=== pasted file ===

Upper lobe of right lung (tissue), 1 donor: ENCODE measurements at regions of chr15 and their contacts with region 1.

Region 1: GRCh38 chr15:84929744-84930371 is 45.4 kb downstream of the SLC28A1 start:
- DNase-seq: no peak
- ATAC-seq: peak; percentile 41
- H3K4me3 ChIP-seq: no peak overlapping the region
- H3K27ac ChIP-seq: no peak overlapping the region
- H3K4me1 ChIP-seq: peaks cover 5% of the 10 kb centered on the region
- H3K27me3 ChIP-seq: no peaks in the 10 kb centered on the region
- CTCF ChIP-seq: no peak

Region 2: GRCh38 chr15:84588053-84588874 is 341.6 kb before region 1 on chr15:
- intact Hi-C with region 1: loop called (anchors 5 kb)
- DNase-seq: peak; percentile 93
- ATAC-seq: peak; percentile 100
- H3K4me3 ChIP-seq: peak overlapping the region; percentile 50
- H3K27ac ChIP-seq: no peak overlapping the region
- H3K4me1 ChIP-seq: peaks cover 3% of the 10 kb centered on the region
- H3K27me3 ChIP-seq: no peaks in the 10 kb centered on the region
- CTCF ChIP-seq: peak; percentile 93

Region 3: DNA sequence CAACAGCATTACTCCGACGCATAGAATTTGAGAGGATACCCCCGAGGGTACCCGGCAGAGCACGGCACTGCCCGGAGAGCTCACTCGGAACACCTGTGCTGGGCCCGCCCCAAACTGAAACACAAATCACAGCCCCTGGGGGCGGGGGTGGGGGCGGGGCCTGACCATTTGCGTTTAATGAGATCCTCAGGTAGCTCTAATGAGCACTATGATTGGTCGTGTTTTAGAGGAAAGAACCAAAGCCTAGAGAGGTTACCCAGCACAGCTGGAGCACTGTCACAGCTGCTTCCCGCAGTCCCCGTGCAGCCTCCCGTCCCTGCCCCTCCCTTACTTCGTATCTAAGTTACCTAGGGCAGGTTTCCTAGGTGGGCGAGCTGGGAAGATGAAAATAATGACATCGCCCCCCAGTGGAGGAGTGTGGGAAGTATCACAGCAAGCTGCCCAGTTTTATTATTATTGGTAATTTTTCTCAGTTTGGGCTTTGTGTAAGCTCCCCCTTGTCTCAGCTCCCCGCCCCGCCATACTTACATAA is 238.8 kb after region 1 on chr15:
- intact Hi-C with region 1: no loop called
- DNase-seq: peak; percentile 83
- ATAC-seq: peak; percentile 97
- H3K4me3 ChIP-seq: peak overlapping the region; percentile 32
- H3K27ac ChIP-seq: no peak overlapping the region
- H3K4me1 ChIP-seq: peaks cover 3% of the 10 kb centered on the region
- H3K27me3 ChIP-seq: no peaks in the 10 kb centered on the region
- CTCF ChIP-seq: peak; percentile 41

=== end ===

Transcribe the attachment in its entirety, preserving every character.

Upper lobe of right lung (tissue), 1 donor: ENCODE measurements at regions of chr15 and their contacts with region 1.

Region 1: GRCh38 chr15:84929744-84930371 is 45.4 kb downstream of the SLC28A1 start:
- DNase-seq: no peak
- ATAC-seq: peak; percentile 41
- H3K4me3 ChIP-seq: no peak overlapping the region
- H3K27ac ChIP-seq: no peak overlapping the region
- H3K4me1 ChIP-seq: peaks cover 5% of the 10 kb centered on the region
- H3K27me3 ChIP-seq: no peaks in the 10 kb centered on the region
- CTCF ChIP-seq: no peak

Region 2: GRCh38 chr15:84588053-84588874 is 341.6 kb before region 1 on chr15:
- intact Hi-C with region 1: loop called (anchors 5 kb)
- DNase-seq: peak; percentile 93
- ATAC-seq: peak; percentile 100
- H3K4me3 ChIP-seq: peak overlapping the region; percentile 50
- H3K27ac ChIP-seq: no peak overlapping the region
- H3K4me1 ChIP-seq: peaks cover 3% of the 10 kb centered on the region
- H3K27me3 ChIP-seq: no peaks in the 10 kb centered on the region
- CTCF ChIP-seq: peak; percentile 93

Region 3: DNA sequence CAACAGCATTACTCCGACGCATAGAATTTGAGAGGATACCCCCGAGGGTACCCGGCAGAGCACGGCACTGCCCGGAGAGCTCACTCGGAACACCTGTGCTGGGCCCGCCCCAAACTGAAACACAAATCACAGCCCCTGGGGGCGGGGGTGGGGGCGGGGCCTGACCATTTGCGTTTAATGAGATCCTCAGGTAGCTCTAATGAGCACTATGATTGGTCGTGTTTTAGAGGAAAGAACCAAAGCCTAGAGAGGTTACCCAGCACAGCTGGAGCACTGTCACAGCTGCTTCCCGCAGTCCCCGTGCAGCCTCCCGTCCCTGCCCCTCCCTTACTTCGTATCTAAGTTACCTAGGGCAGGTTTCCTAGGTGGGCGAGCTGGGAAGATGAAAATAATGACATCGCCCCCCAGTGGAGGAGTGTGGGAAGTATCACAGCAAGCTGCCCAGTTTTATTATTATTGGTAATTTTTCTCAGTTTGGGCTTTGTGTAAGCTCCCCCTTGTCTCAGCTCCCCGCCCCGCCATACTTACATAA is 238.8 kb after region 1 on chr15:
- intact Hi-C with region 1: no loop called
- DNase-seq: peak; percentile 83
- ATAC-seq: peak; percentile 97
- H3K4me3 ChIP-seq: peak overlapping the region; percentile 32
- H3K27ac ChIP-seq: no peak overlapping the region
- H3K4me1 ChIP-seq: peaks cover 3% of the 10 kb centered on the region
- H3K27me3 ChIP-seq: no peaks in the 10 kb centered on the region
- CTCF ChIP-seq: peak; percentile 41